To mark the invaluable contributions of NTU President Professor Bertil Andersson and Imperial’s former President & Rector Professor Sir Keith O’Nions to the School’s establishment, LKCMedicine held a special tree planting ceremony on 14 August at its Novena Campus.
Hosted by LKCMedicine Dean Professor James Best, the ceremony was a tribute to two of the most important people behind the School’s establishment. The event saw the two men planting a young sea almond tree or Terminalia Catappa. The tree is a symbol of the close and binding collaboration between NTU and Imperial and the two universities’ commitment to growing and nurturing the young but dynamic School.
Like the School, a tree requires a sound root system and careful nourishment to get it established, said Prof Best. “In time it branches and grows strong, bending with the winds that inevitably buffer it, but remaining upright and bearing fruit and seeds that continue the cycle. In this case it is also a gesture of deep appreciation for all of Professor Andersson’s and Sir Keith’s contributions, hard work and tireless support in the School’s establishment and development.
“I have heard that the early years were the most challenging, as they worked speedily and tirelessly to get buy-in from NTU, Imperial and other stakeholders, to convince them that the School was a project well worth investing in, that the outcomes and consequences will ripple beyond Singapore, beyond London; and indeed the whole world stands to benefit, if we achieve what we seek to do, and that is to redefine medicine and transform healthcare. These are ambitious goals but we can be re-assured by the saying “Great oaks from little acorns grow”.”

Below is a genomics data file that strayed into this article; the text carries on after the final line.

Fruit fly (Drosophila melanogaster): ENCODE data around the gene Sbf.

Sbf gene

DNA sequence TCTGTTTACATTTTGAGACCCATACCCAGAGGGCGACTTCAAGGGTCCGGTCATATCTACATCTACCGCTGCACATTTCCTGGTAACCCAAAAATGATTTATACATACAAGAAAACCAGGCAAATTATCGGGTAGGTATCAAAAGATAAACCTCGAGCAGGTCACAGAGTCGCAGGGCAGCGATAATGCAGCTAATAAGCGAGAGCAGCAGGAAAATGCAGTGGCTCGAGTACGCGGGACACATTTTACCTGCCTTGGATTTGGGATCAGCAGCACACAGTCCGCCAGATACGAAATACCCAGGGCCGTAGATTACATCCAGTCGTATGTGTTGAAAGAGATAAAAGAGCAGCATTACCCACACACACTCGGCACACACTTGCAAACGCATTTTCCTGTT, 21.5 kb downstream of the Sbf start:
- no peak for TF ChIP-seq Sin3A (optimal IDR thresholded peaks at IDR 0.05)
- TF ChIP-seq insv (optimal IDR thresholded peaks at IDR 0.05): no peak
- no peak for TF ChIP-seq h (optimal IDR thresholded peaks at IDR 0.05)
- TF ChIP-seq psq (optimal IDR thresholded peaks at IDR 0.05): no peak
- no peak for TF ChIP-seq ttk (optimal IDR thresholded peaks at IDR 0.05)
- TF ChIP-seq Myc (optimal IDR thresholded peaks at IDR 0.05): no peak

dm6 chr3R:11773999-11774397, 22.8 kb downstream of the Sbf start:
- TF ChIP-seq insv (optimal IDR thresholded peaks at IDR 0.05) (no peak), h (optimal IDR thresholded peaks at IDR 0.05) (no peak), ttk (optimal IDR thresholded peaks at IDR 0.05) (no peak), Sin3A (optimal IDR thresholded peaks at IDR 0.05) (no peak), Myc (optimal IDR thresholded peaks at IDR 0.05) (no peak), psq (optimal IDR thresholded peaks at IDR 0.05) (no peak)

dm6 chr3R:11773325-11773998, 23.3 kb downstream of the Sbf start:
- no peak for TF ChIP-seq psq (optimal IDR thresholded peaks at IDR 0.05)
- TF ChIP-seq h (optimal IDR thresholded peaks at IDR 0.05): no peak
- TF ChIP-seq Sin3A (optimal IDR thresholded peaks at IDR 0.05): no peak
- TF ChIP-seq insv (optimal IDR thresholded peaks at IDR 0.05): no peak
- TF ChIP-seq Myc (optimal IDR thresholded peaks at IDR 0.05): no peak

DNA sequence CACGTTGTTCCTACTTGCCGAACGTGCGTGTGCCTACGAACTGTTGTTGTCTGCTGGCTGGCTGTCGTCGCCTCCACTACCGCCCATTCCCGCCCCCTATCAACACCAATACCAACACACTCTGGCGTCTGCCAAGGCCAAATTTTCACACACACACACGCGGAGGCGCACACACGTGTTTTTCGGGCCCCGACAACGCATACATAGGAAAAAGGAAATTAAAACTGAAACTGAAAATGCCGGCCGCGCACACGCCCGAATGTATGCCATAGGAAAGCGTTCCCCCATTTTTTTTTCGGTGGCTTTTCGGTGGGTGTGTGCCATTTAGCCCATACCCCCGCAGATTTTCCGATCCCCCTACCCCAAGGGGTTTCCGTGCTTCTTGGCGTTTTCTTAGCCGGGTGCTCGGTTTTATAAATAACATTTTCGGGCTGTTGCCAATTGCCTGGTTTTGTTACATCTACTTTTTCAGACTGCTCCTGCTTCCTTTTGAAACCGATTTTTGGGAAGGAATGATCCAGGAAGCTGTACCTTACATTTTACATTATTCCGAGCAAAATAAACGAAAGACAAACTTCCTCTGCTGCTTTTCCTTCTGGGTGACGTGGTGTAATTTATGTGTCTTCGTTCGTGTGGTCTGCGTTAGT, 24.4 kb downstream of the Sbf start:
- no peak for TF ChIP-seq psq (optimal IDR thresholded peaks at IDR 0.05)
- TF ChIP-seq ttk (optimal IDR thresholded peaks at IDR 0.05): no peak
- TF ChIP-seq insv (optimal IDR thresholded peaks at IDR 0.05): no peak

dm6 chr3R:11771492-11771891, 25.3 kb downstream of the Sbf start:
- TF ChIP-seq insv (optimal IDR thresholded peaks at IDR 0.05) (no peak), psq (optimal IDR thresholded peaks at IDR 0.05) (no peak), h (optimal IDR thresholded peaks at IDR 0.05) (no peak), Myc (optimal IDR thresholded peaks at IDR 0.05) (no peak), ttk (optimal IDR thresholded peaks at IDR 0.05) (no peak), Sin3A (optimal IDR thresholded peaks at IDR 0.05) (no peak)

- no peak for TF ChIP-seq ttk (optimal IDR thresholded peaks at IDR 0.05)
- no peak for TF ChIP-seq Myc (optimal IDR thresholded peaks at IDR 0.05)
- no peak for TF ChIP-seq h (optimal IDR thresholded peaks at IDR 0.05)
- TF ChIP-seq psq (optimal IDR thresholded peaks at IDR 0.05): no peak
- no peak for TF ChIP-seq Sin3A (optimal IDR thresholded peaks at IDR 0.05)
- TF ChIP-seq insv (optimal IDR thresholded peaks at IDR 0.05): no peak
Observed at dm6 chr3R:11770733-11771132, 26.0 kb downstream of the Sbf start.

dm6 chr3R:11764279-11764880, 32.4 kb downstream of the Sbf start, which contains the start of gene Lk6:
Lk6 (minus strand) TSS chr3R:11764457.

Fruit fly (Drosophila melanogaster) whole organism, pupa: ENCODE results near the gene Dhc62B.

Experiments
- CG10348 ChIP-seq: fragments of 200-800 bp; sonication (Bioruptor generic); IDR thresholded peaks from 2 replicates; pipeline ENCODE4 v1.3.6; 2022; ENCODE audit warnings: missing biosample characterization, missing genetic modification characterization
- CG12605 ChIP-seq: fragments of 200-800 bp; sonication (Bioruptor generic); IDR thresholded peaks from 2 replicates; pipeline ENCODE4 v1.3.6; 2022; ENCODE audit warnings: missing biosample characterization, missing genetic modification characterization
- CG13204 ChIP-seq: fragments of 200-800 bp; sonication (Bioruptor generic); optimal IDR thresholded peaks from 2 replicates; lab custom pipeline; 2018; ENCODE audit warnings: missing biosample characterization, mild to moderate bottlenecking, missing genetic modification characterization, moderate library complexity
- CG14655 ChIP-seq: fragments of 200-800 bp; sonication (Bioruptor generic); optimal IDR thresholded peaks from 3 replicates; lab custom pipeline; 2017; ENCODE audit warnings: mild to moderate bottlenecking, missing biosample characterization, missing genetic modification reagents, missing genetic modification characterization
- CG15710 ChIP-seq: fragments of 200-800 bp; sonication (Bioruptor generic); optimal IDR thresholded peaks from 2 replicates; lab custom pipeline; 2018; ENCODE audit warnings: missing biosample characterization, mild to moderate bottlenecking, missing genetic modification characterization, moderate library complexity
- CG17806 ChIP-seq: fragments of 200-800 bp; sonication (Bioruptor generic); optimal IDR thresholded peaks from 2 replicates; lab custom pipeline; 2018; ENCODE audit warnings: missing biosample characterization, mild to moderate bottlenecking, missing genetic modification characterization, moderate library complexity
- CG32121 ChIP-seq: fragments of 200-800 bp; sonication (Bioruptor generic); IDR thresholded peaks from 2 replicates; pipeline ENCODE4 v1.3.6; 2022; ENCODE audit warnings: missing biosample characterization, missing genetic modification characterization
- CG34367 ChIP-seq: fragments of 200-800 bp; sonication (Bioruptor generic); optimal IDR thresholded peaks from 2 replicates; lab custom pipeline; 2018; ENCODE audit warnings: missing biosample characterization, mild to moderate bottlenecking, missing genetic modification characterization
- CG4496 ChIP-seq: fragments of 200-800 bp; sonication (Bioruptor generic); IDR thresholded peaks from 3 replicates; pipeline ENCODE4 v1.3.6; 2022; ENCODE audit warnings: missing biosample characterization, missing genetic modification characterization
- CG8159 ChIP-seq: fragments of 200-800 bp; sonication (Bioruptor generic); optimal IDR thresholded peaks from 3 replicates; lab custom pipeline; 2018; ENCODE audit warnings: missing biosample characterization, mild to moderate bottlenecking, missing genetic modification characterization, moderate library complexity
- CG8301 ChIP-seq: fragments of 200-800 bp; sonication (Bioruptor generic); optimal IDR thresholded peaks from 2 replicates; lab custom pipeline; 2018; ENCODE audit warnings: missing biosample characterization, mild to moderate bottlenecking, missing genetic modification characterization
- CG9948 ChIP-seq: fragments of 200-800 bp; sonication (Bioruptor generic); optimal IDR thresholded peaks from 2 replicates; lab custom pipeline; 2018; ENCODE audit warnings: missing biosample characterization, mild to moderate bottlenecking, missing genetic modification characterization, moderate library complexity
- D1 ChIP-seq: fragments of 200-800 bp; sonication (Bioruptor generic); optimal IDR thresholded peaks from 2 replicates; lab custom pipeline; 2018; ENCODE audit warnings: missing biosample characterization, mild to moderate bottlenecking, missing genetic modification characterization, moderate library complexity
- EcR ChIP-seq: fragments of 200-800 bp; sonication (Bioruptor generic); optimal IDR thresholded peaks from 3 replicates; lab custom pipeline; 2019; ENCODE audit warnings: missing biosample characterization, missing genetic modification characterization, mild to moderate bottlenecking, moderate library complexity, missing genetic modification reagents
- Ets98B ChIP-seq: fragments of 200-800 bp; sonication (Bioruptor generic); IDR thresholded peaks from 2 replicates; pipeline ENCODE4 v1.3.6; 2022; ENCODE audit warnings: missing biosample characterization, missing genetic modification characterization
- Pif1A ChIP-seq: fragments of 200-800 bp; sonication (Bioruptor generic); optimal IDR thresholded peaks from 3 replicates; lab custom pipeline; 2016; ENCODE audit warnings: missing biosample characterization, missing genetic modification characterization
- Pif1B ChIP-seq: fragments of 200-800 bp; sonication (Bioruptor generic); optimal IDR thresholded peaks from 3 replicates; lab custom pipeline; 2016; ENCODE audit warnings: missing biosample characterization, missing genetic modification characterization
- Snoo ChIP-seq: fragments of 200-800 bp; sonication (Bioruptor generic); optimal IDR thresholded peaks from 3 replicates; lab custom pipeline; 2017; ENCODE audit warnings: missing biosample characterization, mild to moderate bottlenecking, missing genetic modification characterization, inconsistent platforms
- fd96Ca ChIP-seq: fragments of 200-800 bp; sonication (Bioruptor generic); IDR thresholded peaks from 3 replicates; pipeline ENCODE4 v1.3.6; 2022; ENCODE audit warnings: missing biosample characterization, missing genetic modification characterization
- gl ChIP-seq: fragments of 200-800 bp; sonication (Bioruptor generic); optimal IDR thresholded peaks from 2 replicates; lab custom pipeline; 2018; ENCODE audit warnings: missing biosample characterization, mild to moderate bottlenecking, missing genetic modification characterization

During his speech, Prof Best highlighted the significance of the ceremony to LKCMedicine
In his speech, Prof Andersson noted that although some trees in the vicinity had to make way for the construction of the new Clinical Sciences Building, he’s glad that the trees have been given a new lease of life – they will be transformed into artworks and furniture which will be used by the School and admired by many.
On the significance of the ceremony, he said, “This tree-planting ceremony bears our shared hopes that the young tree we plant now will one day grow into a strong mature tree, flourishing alongside our own efforts to nurture and train the next generation of doctors to meet Singapore’s evolving healthcare needs. We want to see top quality doctors, medical leaders and world-class researchers emerge from this School in the near future,” he said.
Prof Andersson and Sir Keith planted a young sea almond tree symbolising the aspirations of the partnership between NTU and Imperial
Sir Keith added that in essence a tree stands for longevity. “Medical schools are the greatest pieces of legacy in academic institutions. They last a hundred to two hundred years. A tree starts small and humble but it flourishes – nothing can be more true of this medical school!
“But I emphasise that the most successful thing about this medical school is the ability of like-minded people to work together constructively. There’s been no precedent for me to see something move so quickly and successfully.”
The tree planting ceremony was Sir Keith’s last official engagement at LKCMedicine as President & Rector of Imperial. He was succeeded by Professor Alice Gast as Imperial President on 1 September 2014.